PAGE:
Editor’s note: This is the third article in a 3-part series about the recent sabbatical experience of CBFNC Executive Coordinator, Larry Hovis.
What I Recommend
Based on my own experience, as well as the experience of some of the healthiest churches in our fellowship,
I wholeheartedly recommend that every church develop and implement a sabbatical policy for their ministers.
Such a recommendation naturally raises a number of questions:
Why should our church offer our minister(s) a sabbatical?
There are many reasons a church should have a ministerial sabbatical policy but two stand out.
First, sabbatical is a thoroughly biblical concept. From the earliest pages of Scripture, through example and command, God teaches the importance of sabbath, which is the foundation of sabbatical. God rested from work on the seventh day (Gen. 2:3) and commanded the children of Israel to set aside every seventh day as a day of rest (Ex. 20:8-11). In addition, God told Moses that the Israelites must give the land (and its workers) a sabbath rest every seventh year (Lev. 25: 1-7). Finally, God commanded that every 50th year (seven sabbath years) is the year of Jubilee, a time to “proclaim liberty throughout the land” (Lev. 25: 10) when work ceases, debts are forgiven and land is returned to the original owners.
Second, sabbatical is a thoroughly practical concept. Even with attempts at days off and vacation time, ministry is a 365/24/7 enterprise. A minister is rarely “off duty” and that takes a tremendous toll over time – physically, mentally, emotionally and spiritually. Extended time away is not a luxury but a necessity for effective pastoral leadership.
The healthiest churches provide sabbaticals for their ministers, which gives them healthy ministries, which makes them much more effective in leading and serving the church to engage in God’s mission in the world. For example, three churches come to mind. First Baptist Wilmington, Oakmont Baptist, Greenville and Zebulon Baptist all have robust sabbatical policies. As a result, these churches enjoyed great success under effective pastors who served from 25 to over 40 years!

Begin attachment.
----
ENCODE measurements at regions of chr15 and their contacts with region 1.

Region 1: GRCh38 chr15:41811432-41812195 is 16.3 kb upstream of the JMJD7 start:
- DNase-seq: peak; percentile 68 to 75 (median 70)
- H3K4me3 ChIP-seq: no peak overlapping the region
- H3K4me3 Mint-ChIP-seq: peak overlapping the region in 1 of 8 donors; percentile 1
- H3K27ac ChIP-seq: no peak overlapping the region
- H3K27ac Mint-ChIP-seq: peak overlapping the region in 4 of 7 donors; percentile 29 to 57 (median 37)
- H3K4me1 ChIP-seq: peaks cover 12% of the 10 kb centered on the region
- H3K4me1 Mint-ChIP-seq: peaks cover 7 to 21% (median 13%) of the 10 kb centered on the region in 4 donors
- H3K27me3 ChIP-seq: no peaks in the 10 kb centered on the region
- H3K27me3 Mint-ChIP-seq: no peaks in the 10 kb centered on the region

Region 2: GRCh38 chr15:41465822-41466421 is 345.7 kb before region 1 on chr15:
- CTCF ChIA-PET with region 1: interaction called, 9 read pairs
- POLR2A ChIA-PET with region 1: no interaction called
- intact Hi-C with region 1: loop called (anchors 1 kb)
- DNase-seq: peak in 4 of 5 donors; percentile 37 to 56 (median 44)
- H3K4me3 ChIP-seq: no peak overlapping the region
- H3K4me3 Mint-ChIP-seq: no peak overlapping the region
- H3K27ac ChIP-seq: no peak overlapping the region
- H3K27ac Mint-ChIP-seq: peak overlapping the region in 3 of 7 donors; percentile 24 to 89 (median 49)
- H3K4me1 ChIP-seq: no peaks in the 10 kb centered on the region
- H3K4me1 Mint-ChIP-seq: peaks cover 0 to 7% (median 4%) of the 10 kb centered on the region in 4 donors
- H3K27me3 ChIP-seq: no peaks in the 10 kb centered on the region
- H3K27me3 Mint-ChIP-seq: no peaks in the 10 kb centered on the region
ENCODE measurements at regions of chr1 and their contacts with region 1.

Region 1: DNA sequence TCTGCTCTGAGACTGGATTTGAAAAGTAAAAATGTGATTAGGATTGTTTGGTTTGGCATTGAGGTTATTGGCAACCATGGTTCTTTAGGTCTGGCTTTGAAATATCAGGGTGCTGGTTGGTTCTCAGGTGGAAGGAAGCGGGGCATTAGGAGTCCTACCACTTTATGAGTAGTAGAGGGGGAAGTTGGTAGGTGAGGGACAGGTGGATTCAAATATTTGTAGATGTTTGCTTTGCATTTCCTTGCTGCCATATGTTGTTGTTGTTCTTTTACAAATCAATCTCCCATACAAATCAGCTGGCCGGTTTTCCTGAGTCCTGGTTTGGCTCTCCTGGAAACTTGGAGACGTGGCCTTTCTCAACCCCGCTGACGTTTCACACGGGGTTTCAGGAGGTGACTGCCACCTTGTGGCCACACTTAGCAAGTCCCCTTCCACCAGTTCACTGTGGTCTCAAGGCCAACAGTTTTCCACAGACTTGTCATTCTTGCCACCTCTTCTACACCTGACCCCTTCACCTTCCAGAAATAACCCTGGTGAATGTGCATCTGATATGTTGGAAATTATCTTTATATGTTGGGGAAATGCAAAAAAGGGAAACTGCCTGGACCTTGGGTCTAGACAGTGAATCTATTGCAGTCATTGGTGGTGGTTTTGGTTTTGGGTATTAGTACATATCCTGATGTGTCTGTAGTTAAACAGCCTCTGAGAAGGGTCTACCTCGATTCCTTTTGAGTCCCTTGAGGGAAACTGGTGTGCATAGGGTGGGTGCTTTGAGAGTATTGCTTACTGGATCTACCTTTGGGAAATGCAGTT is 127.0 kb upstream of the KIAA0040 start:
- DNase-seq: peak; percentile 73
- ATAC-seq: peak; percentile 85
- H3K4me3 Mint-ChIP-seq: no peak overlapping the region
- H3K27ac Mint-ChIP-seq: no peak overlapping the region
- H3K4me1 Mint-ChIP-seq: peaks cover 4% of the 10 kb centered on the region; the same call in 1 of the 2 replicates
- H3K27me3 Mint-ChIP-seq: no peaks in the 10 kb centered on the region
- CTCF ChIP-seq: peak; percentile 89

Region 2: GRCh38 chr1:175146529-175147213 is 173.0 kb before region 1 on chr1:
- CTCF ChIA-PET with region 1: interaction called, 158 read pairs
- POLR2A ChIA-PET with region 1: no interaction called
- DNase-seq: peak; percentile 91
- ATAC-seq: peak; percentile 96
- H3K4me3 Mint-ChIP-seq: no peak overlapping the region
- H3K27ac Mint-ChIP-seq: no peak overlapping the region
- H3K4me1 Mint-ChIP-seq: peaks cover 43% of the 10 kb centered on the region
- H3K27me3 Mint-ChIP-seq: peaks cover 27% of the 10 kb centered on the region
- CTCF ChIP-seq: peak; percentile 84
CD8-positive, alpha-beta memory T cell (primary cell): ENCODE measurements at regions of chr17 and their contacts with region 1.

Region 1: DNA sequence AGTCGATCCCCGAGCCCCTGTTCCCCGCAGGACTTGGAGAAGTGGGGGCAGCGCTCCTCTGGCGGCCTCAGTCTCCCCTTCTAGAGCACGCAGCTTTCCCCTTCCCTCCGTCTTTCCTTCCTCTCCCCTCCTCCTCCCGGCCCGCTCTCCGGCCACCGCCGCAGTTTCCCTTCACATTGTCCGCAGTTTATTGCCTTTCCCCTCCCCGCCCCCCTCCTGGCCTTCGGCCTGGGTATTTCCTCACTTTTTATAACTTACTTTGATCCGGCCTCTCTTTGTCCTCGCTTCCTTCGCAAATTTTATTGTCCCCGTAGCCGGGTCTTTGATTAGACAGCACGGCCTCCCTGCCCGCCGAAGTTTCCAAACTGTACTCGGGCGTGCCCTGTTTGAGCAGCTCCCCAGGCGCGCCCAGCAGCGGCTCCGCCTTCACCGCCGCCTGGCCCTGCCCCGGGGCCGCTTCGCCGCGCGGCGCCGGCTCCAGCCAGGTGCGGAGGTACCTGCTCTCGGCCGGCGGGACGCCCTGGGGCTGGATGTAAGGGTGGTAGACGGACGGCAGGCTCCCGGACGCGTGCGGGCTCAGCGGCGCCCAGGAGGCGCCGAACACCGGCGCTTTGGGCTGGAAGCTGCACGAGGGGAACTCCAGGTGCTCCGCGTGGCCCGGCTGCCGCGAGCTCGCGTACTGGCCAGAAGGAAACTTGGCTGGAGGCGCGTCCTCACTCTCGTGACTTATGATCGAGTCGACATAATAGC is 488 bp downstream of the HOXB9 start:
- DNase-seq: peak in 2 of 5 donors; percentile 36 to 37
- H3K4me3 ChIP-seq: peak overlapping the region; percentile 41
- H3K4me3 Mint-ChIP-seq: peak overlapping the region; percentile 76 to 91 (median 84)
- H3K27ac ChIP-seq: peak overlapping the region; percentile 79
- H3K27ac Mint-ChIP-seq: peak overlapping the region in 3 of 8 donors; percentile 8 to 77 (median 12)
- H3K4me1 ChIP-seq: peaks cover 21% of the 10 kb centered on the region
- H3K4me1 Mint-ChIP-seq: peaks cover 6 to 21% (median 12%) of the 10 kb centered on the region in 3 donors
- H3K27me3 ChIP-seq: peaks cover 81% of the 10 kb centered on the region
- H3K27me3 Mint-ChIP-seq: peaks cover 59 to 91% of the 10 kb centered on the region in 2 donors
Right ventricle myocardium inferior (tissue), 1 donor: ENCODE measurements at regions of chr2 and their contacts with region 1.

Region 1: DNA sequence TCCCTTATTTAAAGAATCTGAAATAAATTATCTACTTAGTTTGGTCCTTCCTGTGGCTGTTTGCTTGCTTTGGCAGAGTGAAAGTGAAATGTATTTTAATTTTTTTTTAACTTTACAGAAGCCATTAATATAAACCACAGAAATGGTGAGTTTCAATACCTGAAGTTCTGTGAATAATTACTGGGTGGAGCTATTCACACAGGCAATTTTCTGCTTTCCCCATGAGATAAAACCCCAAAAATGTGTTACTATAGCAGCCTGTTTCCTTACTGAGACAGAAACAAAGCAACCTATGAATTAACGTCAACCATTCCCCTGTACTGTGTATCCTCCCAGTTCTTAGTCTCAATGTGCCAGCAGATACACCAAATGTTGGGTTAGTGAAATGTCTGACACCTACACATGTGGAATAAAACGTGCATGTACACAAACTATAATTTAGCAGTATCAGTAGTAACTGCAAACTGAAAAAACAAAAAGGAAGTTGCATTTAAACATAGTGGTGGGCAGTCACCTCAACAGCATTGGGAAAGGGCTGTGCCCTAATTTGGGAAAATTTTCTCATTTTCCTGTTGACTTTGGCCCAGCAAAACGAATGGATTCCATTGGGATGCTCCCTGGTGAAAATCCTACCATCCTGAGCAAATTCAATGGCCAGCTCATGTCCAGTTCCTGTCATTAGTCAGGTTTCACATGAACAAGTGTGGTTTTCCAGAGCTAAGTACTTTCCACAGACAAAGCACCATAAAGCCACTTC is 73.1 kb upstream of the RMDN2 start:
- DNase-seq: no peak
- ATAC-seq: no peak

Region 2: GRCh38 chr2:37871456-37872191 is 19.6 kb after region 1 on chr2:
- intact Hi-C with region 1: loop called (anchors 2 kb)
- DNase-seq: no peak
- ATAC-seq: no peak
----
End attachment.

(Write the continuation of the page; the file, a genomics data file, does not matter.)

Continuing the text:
What are other churches doing?
If your church does not have a sabbatical policy, you don’t have to start from scratch. CBFNC has sample policies from sister churches you can use as a starting point to develop a policy that fits your church. Multi-staff churches often provide sabbaticals for the senior pastor and associates, though they may vary in length for different positions. Contact CBFNC (firstname.lastname@example.org) if you would like to receive sample policies or if you would like to be connected to leadership from these churches for consultation.
How can we pay for a ministerial sabbatical?
In general, there are two ways to pay for a ministerial sabbatical.
First, there are some programs that provide financial support for the minister, and sometimes the church, to pursue a sabbatical experience. These include:
- The Lilly Endowment Clergy Renewal Programs – https://lillyendowment.org/for-grantseekers/renewal-programs/pastors/